2. I used to work in commercial real estate so I totally get how detrimental it can be to a woman who projects anything other than self-confidence or even bravado. That said, work isn’t everything but I suspect you’re well aware of that. This is my take: since humility is often a thought more than action, I find it helpful to be compassionate and show a great interest in other people’s problems in social situations. That doesn’t diminish your neat-o skills or personality, but shows one can put other’s before oneself.

    I’ve always projected self-confidence and I don’t think I can do anything else but I have received feedback that I appear conceited. I say keep up with believing in your goodness, but thank God for blessing you with talents. God made us the way we are and I find it helpful to thank Him in all good things. Go out and be fabulous!

  3. Great thoughts! I have often tried to figure this out. I think that it’s important to be confident, but I think that I big part of humility, speaking in the work force, anyway, seems to be willingness to listen to what others are presenting. At least, in my field anyway. Two thumbs up for Leila’s response!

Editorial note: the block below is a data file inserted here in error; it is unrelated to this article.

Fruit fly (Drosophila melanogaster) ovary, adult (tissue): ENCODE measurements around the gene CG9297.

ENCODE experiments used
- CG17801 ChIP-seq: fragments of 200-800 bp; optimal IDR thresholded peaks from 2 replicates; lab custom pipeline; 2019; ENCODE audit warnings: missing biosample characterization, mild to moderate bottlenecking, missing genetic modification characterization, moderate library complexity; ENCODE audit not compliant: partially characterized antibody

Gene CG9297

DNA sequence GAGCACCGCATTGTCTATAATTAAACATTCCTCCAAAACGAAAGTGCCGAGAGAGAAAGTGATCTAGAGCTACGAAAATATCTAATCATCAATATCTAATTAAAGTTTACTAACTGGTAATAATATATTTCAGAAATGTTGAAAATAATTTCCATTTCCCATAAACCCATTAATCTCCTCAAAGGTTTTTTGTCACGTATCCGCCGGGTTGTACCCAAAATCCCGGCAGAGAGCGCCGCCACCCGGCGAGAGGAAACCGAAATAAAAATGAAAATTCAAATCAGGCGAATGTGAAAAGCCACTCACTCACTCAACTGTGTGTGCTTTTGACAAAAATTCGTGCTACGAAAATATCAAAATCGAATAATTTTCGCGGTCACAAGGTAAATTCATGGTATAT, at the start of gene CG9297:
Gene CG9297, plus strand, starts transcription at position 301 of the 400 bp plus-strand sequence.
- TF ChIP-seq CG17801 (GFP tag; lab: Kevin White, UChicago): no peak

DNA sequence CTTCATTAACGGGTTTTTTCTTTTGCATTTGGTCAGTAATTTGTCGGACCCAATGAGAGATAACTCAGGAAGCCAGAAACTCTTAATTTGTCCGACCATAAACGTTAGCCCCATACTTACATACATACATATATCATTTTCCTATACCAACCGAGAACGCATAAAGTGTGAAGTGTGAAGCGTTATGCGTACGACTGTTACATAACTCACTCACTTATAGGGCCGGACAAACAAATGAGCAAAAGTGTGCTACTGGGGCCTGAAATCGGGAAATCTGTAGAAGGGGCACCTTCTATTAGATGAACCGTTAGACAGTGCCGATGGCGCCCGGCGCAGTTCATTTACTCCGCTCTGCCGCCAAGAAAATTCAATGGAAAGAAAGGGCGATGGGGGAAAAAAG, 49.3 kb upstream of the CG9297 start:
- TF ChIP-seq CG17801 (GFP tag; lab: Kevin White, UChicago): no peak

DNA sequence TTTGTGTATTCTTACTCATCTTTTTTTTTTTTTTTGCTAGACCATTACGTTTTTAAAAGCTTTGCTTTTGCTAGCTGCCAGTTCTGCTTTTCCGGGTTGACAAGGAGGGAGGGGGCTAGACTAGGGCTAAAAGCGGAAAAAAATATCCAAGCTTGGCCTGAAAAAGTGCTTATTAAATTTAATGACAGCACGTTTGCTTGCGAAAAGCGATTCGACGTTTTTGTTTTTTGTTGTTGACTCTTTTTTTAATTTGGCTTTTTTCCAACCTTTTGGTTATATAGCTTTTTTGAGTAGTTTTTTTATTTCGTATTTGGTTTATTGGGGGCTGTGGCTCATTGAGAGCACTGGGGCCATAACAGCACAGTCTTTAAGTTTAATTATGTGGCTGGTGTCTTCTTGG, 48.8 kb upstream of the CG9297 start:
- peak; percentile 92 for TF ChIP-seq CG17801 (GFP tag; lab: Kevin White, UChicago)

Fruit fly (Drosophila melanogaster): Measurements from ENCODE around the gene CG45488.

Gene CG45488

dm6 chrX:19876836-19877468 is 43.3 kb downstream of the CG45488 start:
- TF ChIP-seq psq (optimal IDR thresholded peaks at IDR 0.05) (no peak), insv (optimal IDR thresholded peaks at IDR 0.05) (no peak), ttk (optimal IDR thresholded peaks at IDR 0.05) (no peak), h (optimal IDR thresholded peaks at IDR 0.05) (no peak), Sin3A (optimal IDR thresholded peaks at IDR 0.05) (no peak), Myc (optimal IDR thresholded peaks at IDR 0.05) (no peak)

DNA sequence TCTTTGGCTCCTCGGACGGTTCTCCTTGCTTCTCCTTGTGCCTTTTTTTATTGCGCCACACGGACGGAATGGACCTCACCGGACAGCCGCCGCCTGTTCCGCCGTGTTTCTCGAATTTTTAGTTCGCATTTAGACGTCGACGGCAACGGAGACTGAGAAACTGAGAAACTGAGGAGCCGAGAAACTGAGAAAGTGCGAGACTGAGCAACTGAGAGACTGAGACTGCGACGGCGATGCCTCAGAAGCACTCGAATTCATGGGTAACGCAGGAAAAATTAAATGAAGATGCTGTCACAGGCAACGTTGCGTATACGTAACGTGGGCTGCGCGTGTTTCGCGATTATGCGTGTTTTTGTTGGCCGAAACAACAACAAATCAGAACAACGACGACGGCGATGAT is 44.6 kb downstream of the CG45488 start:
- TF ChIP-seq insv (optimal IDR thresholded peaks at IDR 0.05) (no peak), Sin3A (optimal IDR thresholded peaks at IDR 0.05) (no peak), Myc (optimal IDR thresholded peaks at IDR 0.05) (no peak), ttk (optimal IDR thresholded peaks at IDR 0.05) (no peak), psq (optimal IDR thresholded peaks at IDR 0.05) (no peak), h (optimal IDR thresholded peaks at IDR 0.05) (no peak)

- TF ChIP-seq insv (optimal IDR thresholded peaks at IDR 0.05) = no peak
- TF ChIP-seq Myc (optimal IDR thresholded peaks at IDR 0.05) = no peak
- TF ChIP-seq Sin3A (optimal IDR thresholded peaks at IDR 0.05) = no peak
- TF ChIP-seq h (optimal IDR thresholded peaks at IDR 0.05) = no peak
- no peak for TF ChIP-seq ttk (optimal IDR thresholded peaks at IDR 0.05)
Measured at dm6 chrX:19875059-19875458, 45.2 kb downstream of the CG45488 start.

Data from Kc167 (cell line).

4. I like Leila’s response and do think that humility and confidence are not mutually exclusive and can and do go hand-in-hand. However, I do think people can and do use their God given gifts in less than humble ways. So I do not believe it is enough to just say my talents are from God so everything I am doing with them must be good. Does that make sense?

    In professional life, you have to pick your battles and it is a fine line. Professionally, your humility comes into play when you are willing to respectfully entertain everyone’s ideas and thoughtfully consider them (not just flat out rejecting them even when you initially think your course of action is better.) When you are wrong, admitting it without harping on it or beating yourself up. If you find that you are *never* wrong in your estimation, reflect on that a bit more if everyone else seems to think the opposite. Or, when you do have an accomplishment that was assisted by the work of others (and in my line of work, most accomplishments were team efforts), acknowledging that you “couldn’t have done it alone” and are appreciative of those who worked on it. (FTR: maybe all of this is specific to my former line of work, but I was a lone female in an all male firm and I often got that feeling that I was there to “fill a quota” or at least add more diversity.) At the end of the day and when you have done all those things, I do not think you can harp on “am I being humble enough” for too long or else you will lose confidence and confidence is necessary to be effective in almost any job. Being humble doesn’t mean you are supposed to be a punching bag or that you aren’t meant to stick to your guns.